Treatment options for drug and alcohol problems include Alcoholics Anonymous (AA) (Timko, Moos, Finney & Lesar, 2000; Weiss et al. , 2000), and therapeutic communities (TCs) (Hall, Chen & Evans, 1995; De Leon, 1994; Nielsen & Scarpitti, 1997). Given the lack of consensus on the etiology of drug and alcohol problems (Craig, 1995), proponents of AA, and TCs tend to highlight the benefits of adopting their particular treatment intervention.
However, a review of drug and alcohol literature indicates that although these two treatment interventions differ somewhat in their perspectives on drug addiction and their approach to alcohol and drug problems (Inaba & Cohen, 2000), they not only share similarities but are often used in conjunction with each other (e. g. , Minnasota Model) (Winters et al. , 2000; McKay et al. , 1998). The disease model of drug addiction … “acknowledges biological predisposition, pharmacological reinforcement of behaviour, accumulating organic damage, entrenched cognitive patterns, [and] family and developmental influences” (Jurd, 1996, pp.
5-6). The disease model assumes that addiction to alcohol and drugs, especially narcotics (Drummond, 1991), is caused by a physical defect, the problem is within the person rather then the drug (Clarke & Saunders, 19 ). Although AA is based on the disease model of addiction (Jurd, 1996) they do not “take any particular medical point of view (AA, 1976, p. xx), and are fundamentally spiritual, as opposed to religious, programs (Gaudry, 1994; Miller & Kurtz, 1994).
Alcoholics Anonymous (AA) and similar groups (NA) are referred to as 12-Step programs because there are twelve defined steps in the program for recovery (Yalisove, 1998), and the focus of treatment is holistic in that it incorporates the physical, mental and spiritual aspects of the person (Goold, 2001). The treatment intervention advocates abstinence, (physical), adherence to the 12-Steps, the 12-Traditions and other collective wisdom (mental), and the belief in a higher power and support from the sponsor/group (spiritual) (Goold, 2001).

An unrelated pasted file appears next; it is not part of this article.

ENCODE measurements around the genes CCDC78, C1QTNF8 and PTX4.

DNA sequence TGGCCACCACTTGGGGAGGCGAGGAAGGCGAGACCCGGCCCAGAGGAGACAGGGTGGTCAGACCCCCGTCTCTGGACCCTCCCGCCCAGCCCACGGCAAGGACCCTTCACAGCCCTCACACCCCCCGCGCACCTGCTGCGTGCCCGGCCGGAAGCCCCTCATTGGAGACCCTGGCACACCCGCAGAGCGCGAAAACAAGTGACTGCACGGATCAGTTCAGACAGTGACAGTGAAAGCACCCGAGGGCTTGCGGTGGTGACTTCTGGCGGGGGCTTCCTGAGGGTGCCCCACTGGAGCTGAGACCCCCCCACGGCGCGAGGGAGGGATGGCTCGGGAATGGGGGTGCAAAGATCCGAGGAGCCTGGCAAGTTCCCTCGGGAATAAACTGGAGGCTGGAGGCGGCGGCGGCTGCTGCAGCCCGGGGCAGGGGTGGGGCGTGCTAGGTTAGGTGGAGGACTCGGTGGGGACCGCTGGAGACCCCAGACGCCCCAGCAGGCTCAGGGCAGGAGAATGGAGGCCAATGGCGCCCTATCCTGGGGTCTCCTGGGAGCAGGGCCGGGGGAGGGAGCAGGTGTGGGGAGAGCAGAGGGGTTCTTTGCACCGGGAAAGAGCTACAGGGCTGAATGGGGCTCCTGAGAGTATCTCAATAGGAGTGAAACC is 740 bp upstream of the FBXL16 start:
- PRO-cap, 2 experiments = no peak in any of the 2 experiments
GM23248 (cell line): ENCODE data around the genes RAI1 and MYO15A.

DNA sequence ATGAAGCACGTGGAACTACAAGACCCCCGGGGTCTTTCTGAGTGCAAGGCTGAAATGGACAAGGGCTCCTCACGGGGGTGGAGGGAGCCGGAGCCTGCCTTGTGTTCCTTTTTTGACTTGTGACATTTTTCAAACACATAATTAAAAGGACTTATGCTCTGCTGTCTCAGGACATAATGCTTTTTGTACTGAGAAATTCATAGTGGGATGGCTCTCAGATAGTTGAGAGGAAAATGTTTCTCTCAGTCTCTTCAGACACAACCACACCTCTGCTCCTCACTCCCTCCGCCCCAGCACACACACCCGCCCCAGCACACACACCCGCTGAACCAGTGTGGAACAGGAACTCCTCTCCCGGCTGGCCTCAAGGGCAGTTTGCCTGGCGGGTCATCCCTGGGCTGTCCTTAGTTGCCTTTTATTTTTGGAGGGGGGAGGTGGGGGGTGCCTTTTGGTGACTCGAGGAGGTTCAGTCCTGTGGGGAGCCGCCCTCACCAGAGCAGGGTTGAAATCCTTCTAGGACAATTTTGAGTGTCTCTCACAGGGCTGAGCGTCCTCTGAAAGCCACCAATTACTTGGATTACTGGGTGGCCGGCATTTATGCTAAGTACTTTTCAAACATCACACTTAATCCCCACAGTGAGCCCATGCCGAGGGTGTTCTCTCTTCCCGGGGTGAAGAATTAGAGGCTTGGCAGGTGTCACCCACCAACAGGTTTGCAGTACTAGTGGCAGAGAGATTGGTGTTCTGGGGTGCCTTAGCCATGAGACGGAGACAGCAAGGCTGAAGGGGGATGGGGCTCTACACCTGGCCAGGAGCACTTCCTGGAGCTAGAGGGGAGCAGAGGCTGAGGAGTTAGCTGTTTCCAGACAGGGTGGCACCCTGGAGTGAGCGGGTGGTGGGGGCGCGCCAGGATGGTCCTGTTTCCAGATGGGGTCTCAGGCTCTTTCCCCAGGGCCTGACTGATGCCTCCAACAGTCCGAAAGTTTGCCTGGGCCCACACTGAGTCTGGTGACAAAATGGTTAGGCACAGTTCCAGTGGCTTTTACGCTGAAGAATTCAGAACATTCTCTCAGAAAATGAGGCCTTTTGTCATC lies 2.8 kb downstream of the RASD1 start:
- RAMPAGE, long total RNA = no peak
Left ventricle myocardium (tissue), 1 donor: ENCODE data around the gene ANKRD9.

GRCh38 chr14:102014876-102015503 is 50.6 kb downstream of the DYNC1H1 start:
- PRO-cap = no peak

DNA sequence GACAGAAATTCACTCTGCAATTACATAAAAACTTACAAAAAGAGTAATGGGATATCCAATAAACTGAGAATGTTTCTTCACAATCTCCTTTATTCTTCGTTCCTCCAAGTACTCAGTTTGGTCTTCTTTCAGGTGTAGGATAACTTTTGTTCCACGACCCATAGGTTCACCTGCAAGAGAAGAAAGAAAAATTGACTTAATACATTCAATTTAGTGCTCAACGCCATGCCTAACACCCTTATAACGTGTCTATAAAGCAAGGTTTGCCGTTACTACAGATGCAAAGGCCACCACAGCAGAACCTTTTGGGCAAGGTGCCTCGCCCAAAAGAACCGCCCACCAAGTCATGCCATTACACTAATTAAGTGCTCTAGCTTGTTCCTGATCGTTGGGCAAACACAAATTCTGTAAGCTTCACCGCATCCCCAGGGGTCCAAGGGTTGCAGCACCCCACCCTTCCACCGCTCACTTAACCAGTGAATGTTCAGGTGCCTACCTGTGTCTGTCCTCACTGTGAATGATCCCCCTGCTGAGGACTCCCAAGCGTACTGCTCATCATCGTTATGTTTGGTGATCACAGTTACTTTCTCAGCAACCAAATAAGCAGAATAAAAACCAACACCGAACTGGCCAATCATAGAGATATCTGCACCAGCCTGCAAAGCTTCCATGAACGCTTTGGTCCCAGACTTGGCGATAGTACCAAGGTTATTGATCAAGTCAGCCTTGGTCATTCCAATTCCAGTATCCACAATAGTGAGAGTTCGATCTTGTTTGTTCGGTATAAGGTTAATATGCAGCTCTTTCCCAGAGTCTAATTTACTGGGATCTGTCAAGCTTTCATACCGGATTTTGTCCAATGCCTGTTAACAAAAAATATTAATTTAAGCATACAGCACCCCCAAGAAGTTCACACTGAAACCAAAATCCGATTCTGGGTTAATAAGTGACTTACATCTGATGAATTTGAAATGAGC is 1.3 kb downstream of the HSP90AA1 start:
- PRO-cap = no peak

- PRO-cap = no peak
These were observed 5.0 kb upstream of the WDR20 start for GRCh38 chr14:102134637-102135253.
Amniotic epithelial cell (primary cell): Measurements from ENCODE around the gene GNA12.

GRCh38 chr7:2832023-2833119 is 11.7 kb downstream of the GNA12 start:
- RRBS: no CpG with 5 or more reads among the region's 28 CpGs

The 12-Steps incorporates important cognitive (Steps 1, 2, 3, 6,and 11), behavioural (Steps 4, 5, 8, 9, 10, and 12) (McCullough, 1995) and social (fellowship) (Miller & Kurtz, 1994) components founded on reinforcement, social learning, and reference group theory (Wallace, 1993). Individual character defects are viewed as the primary cause of using drugs and failure in life (Gaudry, 1994), and a fundamental premise of this approach is that the disease is progressive and controlled use of alcohol (or other drugs) is not possible (Watson, 1991).
Twelve step programs are free, usually voluntary (Rivers, 1994), peer based, and employ confrontational approaches (Yalisove, 1998) within a group format (Monras & Gual, 2000). The only requirement for membership is a desire to stop the addiction (Rivers, 1994). Gaudry (1994) posits that the recovery program helps to build self-concept through a process that engages addicts at their level of addiction, breaks down their isolation, guilt, and pain, and shows them they are not alone.
Meetings are conducted by reformed addicts, and provide a forum in which members acquire new skills to maintain abstinence and enhance their quality of life (Gaudry, 1994). The telling of life histories (a narrative approach) has been the cornerstone of AA practices (Major, 2000), and the individual may, through attending meetings, develop a sense of acceptance, social affinity, and an opportunity for re-socialisation (Pisani, Fawcett, Clark & McGuire, 1993).
In addition to providing a sense of belonging, AA programs are not time-framed (Weiss et al., 2000) but focus on “one day at a time” (Wallace, 1993), and stress the importance of a lifelong commitment (McCrady, Epstein & Hirsch, 1996) towards maintaining abstinence and dealing with all of life’s problems (Snow, Prochaska & Rossi, 1994). Although AA programs recommend daily attendance for the first 90 days (McCrady, Epstein & Hirsch, 1996) it has been suggested that it is the extent of participation in the program, as opposed to attendance at meetings, that is associated with more positive outcomes (Montgomery, Miller & Tonigan, 1995; Fiorentine, 1999).
While the majority of AA and similar (NA) programs are conducted on an outpatient basis (Inaba & Cohen, 2000), alcoholic recovery homes such as Hazelden, and Synanon, the forerunner of American TCs, all grew out of the practices and philosophy of AA (Dodd, 1997). Although recovery homes have remained in the culture of AA, TCs have developed their own distinct culture of values, language, rituals, and traditions (Bassin, 1984, cited in Dodd, 1997).
The social model (White, 1991; Dodd, 1997) provides the TC with a consistent framework for environmentally focused recovery that employs cognitive, and behavioural training methods and techniques founded on reinforcement, social learning (Wexler, Falkin & Lipton, 1990; De Leon, 1991) and, given that the peer encounter is the cornerstone of group processes in the TC (Nielsen & Scarpitti, 1997), self-control theory.
In addition there is an unusual mix of street idiom and language borrowed from various psychotherapeutic schools including psychoanalysis, gestalt therapy, and existential psychotherapy (De Leon, 1991). The TC views drug abuse as over-determined behaviour (De Leon, 1991) and does not perceive drug abuse as being the individual’s main disorder. Rather, drug abuse is viewed as a symptom of deviant behaviour, reflecting impeded personality development or chronic deficits in social, educational, and economic skills (De Leon, 1994).